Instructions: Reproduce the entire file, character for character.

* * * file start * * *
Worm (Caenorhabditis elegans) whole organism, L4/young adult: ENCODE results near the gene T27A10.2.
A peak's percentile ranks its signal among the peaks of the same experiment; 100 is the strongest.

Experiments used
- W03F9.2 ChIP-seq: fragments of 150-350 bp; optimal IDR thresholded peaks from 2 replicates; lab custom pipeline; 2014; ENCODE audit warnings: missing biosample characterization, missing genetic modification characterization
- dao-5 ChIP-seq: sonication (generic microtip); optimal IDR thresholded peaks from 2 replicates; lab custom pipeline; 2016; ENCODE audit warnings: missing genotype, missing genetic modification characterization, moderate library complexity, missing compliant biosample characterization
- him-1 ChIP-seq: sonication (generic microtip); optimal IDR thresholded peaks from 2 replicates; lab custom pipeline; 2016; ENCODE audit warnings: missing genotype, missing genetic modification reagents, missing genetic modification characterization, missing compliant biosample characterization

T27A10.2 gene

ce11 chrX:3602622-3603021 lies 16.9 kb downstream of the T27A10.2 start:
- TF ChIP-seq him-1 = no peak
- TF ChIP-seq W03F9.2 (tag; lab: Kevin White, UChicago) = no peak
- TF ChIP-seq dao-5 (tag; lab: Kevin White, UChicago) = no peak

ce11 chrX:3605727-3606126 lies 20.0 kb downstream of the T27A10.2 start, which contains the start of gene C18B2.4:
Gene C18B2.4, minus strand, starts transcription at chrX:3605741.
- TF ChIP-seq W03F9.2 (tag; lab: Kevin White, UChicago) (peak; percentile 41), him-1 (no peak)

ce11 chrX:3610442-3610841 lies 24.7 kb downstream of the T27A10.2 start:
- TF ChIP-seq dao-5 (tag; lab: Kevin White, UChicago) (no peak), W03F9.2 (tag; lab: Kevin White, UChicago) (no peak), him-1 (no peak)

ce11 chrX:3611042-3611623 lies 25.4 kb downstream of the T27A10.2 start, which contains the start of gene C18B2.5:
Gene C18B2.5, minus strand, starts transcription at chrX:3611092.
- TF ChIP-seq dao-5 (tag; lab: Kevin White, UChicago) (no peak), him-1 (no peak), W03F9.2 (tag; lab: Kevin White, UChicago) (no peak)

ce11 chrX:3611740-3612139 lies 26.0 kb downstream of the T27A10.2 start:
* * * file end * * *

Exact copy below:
Worm (Caenorhabditis elegans) whole organism, L4/young adult: ENCODE results near the gene T27A10.2.
A peak's percentile ranks its signal among the peaks of the same experiment; 100 is the strongest.

Experiments used
- W03F9.2 ChIP-seq: fragments of 150-350 bp; optimal IDR thresholded peaks from 2 replicates; lab custom pipeline; 2014; ENCODE audit warnings: missing biosample characterization, missing genetic modification characterization
- dao-5 ChIP-seq: sonication (generic microtip); optimal IDR thresholded peaks from 2 replicates; lab custom pipeline; 2016; ENCODE audit warnings: missing genotype, missing genetic modification characterization, moderate library complexity, missing compliant biosample characterization
- him-1 ChIP-seq: sonication (generic microtip); optimal IDR thresholded peaks from 2 replicates; lab custom pipeline; 2016; ENCODE audit warnings: missing genotype, missing genetic modification reagents, missing genetic modification characterization, missing compliant biosample characterization

T27A10.2 gene

ce11 chrX:3602622-3603021 lies 16.9 kb downstream of the T27A10.2 start:
- TF ChIP-seq him-1 = no peak
- TF ChIP-seq W03F9.2 (tag; lab: Kevin White, UChicago) = no peak
- TF ChIP-seq dao-5 (tag; lab: Kevin White, UChicago) = no peak

ce11 chrX:3605727-3606126 lies 20.0 kb downstream of the T27A10.2 start, which contains the start of gene C18B2.4:
Gene C18B2.4, minus strand, starts transcription at chrX:3605741.
- TF ChIP-seq W03F9.2 (tag; lab: Kevin White, UChicago) (peak; percentile 41), him-1 (no peak)

ce11 chrX:3610442-3610841 lies 24.7 kb downstream of the T27A10.2 start:
- TF ChIP-seq dao-5 (tag; lab: Kevin White, UChicago) (no peak), W03F9.2 (tag; lab: Kevin White, UChicago) (no peak), him-1 (no peak)

ce11 chrX:3611042-3611623 lies 25.4 kb downstream of the T27A10.2 start, which contains the start of gene C18B2.5:
Gene C18B2.5, minus strand, starts transcription at chrX:3611092.
- TF ChIP-seq dao-5 (tag; lab: Kevin White, UChicago) (no peak), him-1 (no peak), W03F9.2 (tag; lab: Kevin White, UChicago) (no peak)

ce11 chrX:3611740-3612139 lies 26.0 kb downstream of the T27A10.2 start: